One of Father Kevin’s earliest roles after his ordination in 1978 was attachment to the Catholic Communications Centre. Being a former journalist and newspaper editor, his services were useful in liaison with the media representatives prior to, and during the visit to Britain in 1982 of Pope John Paul II. He later served with the Catholic Missionary Society.
Father Kevin took over responsibility for Woodhill Prison, Milton Keynes, when he moved to Winslow. Later, in 1999, he also assumed responsibility of chaplain to Springhill Prison and the nearby Grendon Underwood Prison. These chaplaincies he relinquished at the end of 2007. He left the parish in 2009 to become a solitary priest.

Parish Council

Father Paddy Glynn was the first to create a Parish Council in 1977 primarily he said, ‘to undertake the burden of repaying the outstanding capital loan which had been made for the rebuilding and furnishing of the Chapel’.
The Council meetings were initially held at Lawn House, Winslow, the home of Mr and Mrs Fennell (later Sir Desmond and Lady Fennell). It is the minutes of the Council which provide much of the detail of this brief history. Under the chairmanship of Mr Fennell, structures were established for fundraising and maintenance of bank accounts separate from the Diocese.

Parish Census

One early initiative of the Parish Council was to conduct a parish census. In 1977 it was discovered that the existing list of families in the parish was very out of date. Where it was believed there were 60-70 families, it transpired there were some 200. The Parish Council took steps to bring the list up-to-date. This continues, with regular updates to include newcomers to the parish. Having dipped, parishioner numbers in 2008 were about 200.


In September 1977 there was a debt to the Diocese of £4861 and £182 in the bank. At that time the main source of income was the weekly collections. In 1979 the average weekly collection was £33. By contrast the weekly offering by 2006 was approximately £350, but costs had increased in line with the income.
At one Council meeting Mr Fennell explained to the Council that, ‘Taking account of Father Glynn’s stipend from the prisons, [he] had only £6 per week left at the end of the day’. The reality of facing up to costs disclosed that Father Glynn was responsible for paying his own bills for gas, electricity, water and the local rate. Council therefore undertook to pay these – if there was enough money!
The struggle to reduce the debt to the Diocese continued over the years and by 1980 it had become £3400. Then in 1983 the Parish received a bequest of £14000 from the estate of a parishioner, which enabled the Diocesan debt to be repaid. Part of this bequest enabled the Parish to give £6000 to Father Glynn in recompense for the extent to which he had subsidised the parish.
Social Life

From the early days various events were held to try and form wider cohesion within the parish. There were socials, outings and parties for the children at Christmas and Easter, with parish Christmas parties in Winslow Hall, together with mince pies and punch and various music and singing entertainments. There were Midsummer parties in the grounds of the Hall, when the sun always seemed to shine. Some early gatherings were hosted by Mr and Mrs Fennell in the school room at Lawn House. When numbers attending some of these venues grew too large, they were held at The School House, Addington.
In 1982, the year of Pope John Paul II’s visit to Britain, there was a coach for parishioners to attend the Mass at Coventry Airport. There was also an outing to Mount St. Bernard’s Abbey in Leicestershire, where Father Glynn’s uncle was a monk.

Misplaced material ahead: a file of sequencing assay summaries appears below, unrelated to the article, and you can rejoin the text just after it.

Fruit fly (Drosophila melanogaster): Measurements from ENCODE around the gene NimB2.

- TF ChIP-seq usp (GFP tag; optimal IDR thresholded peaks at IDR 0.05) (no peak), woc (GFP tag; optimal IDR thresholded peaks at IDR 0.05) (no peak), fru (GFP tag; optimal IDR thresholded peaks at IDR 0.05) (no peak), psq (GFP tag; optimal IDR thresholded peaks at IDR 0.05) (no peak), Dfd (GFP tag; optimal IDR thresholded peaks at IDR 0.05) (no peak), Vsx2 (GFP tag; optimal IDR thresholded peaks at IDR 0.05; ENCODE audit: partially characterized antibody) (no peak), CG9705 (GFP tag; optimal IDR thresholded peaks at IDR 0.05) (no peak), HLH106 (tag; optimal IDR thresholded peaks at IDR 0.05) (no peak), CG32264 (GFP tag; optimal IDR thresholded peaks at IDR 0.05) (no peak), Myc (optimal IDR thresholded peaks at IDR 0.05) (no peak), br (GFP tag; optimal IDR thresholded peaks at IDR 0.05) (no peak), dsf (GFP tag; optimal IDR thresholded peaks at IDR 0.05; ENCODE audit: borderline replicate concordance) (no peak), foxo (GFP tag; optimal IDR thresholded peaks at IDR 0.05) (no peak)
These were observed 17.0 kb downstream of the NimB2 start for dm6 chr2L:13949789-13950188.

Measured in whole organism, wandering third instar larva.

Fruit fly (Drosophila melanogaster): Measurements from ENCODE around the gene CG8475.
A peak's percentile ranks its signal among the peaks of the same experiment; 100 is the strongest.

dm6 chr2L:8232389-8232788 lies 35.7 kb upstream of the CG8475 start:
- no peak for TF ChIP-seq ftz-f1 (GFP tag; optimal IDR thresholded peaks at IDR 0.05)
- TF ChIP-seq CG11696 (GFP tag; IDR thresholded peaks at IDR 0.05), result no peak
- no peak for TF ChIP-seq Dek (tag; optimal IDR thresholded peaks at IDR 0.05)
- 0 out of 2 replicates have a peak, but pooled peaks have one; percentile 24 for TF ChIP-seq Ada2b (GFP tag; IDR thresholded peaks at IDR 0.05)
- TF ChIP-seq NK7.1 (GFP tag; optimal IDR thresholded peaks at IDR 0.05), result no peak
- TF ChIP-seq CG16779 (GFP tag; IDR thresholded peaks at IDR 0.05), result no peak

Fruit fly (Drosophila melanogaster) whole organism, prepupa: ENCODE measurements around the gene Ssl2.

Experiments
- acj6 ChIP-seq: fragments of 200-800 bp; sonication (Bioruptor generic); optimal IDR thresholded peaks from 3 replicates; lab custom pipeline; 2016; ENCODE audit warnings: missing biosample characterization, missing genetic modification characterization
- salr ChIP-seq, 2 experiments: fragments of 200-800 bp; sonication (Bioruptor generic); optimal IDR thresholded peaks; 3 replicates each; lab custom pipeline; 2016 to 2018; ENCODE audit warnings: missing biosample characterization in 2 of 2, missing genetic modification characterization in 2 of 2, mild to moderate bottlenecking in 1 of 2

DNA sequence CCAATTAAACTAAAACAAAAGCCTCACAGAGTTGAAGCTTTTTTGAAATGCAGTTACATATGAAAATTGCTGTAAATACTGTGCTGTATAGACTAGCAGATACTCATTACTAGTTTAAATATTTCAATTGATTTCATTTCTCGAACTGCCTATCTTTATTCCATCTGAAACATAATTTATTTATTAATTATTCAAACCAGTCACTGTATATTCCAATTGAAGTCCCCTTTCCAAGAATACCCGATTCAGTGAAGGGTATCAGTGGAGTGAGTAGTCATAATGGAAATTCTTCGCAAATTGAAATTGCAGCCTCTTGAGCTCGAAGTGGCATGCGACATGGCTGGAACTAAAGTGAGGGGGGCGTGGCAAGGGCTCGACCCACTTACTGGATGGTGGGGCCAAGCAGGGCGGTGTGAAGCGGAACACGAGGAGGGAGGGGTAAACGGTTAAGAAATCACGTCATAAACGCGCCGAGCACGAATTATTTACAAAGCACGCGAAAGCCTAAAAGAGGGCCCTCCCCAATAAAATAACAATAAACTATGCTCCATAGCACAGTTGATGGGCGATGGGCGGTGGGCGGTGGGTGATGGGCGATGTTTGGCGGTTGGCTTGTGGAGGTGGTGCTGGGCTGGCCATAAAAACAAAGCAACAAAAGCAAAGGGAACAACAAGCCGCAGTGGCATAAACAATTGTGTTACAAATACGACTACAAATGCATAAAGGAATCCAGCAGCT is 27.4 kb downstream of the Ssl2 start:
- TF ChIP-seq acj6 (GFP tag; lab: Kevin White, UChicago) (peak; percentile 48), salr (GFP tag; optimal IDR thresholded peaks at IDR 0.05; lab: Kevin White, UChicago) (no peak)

Some years saw pancake parties as a prelude to Lent, when parishioners banded together to provide the necessary ingredients. There have been Quiz Nights which have benefited CAFOD; barbecues have proved popular; Justice and Peace functions have entertained as well as challenged. ‘Safari Suppers,’ are also an excellent means of welcoming new people to the parish in an informal and relaxed atmosphere.

Working together

A feature of the development of the St Alban’s community has been the cordial relationship with the other churches locally. There have been times when the Chapel was not large enough for some occasions, and Anglican friends gladly allowed the use of St Laurence Church and rooms. Whilst alterations took place to the Chapel, Mass was celebrated in the Parish Church. Cordial relations have also grown with the Winslow Vineyard (formerly Winslow Christian Fellowship).
On June 12th 1983 Vicar Barnes, (as he was affectionately known) of St Laurence celebrated the 25th anniversary of his ordination. The parishioners of St Alban’s made a special collection for a celebratory gift (not recorded) to mark this occasion, and also as a ‘thank you’ for his kind help in the use of St Laurence premises.
Discussions took place in 1996 with the new Vicar of St Laurence, the Reverend Tony Whalley, on possible ecumenical cooperation. These covered pulpit sharing, ecumenical services, joint marriage preparation and healing services.
It is customary for the Winslow churches to take part in a walk of witness each Good Friday in the High Street and Market Place, Winslow. The ministers and congregations also join with the wider community in the Remembrance Sunday service at the War Memorial in the High Street, when Mass time is altered.

Why St Alban’s Chapel?

The town of Winslow originally contained land owned by Offa, King of Mercia. In the year 793 he granted, ‘12 hides in Winslow to the Abbot of St Alban’s’. Offa had been to Rome and upon his return decided to establish and endow an abbey in his kingdom, in the city which is now named after that foundation. There was for some years a grange for monks from the abbey at Biggin, to the south of Winslow.
Who was St Alban?

In the third century Alban was a Roman soldier based in Verulamium (now the city of St Albans, Hertfordshire). This was during the reign of Emperor Diocletian. Alban was a typical Roman citizen, worshipping many gods.
Christians at that time were subject to persecution and a priest was being hunted by the Roman authorities. Alban sheltered him, and when this became known an attempt was made to arrest the priest but Alban had exchanged clothes, allowing the priest to escape.
Influenced by the priest, Alban became a Christian. Brought before a judge, he was given the offer to recant by making offerings to the Roman gods, including the Emperor. He refused, saying, ‘I worship and adore the true God, who created all things’. This did not endear him to the authorities and he was executed by beheading in about 209AD, becoming the first English martyr. His feast day is the 22nd June.

Andrew Gell,
17 Feb 2010, 07:57